HERE IS A SMALL CONUNDRUM. Given how American breweries have seized up the Oktoberfest for their own machinations–sometimes retaining German script, flags, and quaint beer paraphernalia for their logos more than actual Märzen style guidelines for their brew–it may be unfair to judge Left Hand’s Oktoberfest too strictly in accordance with precedent. But the point does come when a beer’s name holds it back instead of propping it up, and perhaps we have here such a case.
By all appearances Left Hand’s take on the style is decidedly American: dark coppery hues around 20 SRM, a creamy clump of head, and attractive clarity with some apparent effervescence. The nose is rather clean as well, with clean German malts leading the way and noble hops very much in the background (if present at all). Things begin to go apart a little bit on the palate, though, with a slightly depressed level of carbonation, bready malts bunched up towards the middle, then a precipitous drop towards astringency and almost graininess, and a strange array of tangents in the aftertaste that just don’t seem to match up: some unexpected fruity esters, a little solvent or minty phenol action, and notable yeast texture in the finish along with a bit of fusel heat (6.6% ABV). The body is medium overall, but seems thicker towards the finish where the carbonation peters out.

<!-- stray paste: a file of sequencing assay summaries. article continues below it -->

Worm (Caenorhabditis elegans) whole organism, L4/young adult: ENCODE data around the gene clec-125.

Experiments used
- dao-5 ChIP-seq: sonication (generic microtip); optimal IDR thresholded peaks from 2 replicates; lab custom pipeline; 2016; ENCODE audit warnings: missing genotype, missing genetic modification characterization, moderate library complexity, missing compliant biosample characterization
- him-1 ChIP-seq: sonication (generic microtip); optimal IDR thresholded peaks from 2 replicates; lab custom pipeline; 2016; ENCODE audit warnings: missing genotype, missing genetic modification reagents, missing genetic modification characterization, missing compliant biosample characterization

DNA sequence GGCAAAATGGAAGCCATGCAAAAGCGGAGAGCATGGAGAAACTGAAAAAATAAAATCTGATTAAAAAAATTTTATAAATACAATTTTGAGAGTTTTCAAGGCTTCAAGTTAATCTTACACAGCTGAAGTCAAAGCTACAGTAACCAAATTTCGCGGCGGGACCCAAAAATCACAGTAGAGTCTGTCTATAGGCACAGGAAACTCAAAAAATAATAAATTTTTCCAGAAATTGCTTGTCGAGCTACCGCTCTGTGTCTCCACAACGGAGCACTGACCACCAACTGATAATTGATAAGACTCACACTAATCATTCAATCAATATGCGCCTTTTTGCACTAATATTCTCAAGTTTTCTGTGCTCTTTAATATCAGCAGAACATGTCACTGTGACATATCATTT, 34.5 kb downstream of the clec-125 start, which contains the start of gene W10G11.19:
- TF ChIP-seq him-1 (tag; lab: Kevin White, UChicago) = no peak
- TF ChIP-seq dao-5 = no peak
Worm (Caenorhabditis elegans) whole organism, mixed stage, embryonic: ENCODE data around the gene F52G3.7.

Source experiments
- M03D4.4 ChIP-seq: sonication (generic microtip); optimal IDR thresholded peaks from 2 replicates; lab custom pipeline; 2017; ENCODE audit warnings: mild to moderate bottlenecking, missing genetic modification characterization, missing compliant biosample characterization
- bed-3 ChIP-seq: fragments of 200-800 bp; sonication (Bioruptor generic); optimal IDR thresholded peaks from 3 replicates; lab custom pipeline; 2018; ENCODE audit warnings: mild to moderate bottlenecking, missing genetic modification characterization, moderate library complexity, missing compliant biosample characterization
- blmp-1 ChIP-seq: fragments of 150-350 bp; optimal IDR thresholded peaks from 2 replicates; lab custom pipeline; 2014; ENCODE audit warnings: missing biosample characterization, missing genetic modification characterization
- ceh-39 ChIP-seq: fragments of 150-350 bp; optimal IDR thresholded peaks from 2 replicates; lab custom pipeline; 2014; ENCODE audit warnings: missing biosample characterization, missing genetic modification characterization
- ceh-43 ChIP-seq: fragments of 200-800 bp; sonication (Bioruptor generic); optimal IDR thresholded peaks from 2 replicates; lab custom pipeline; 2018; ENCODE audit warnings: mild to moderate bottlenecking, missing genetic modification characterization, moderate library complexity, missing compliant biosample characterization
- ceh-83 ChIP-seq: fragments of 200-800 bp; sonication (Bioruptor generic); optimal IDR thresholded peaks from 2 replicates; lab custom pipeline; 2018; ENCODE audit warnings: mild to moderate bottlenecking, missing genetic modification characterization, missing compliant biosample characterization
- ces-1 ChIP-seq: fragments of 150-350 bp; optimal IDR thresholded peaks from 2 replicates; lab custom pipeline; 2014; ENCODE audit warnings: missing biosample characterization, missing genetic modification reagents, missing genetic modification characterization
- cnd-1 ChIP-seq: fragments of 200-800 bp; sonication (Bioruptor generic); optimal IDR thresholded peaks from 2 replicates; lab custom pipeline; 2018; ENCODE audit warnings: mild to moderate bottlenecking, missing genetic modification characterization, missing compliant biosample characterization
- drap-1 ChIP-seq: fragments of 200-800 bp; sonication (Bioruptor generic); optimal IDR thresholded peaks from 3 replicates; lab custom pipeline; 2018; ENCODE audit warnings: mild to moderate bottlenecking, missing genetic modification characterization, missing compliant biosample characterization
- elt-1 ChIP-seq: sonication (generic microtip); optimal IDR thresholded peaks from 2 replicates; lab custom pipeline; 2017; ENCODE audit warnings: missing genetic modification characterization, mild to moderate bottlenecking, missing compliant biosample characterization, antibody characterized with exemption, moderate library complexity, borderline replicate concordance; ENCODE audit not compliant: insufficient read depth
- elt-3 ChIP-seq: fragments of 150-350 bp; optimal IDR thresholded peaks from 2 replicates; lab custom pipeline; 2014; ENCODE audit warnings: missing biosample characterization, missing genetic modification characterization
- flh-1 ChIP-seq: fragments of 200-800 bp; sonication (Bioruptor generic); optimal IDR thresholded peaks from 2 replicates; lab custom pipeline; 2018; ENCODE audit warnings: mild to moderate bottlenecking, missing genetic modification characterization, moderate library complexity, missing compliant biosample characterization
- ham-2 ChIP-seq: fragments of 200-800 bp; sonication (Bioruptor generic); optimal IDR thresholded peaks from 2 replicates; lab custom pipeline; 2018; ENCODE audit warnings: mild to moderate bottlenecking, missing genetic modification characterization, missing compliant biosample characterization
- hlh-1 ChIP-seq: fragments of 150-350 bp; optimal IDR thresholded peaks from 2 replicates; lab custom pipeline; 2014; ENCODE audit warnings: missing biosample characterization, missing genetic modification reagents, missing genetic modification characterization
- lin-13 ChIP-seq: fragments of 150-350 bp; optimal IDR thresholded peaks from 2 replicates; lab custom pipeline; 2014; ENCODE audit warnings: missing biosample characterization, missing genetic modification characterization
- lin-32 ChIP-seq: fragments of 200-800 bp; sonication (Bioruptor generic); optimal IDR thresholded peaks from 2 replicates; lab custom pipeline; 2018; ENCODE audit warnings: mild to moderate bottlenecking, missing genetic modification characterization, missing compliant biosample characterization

It’s difficult to say just what this beer from Left Hand should be called if not Oktoberfest, and its diverse layers of flavors are generally pleasing. But they don’t cohabitate well in a lager framework not designed to bear them all at once, and the results are too imbalanced to enjoy unreservedly.
Served: 12 oz bottle best by 12/13/13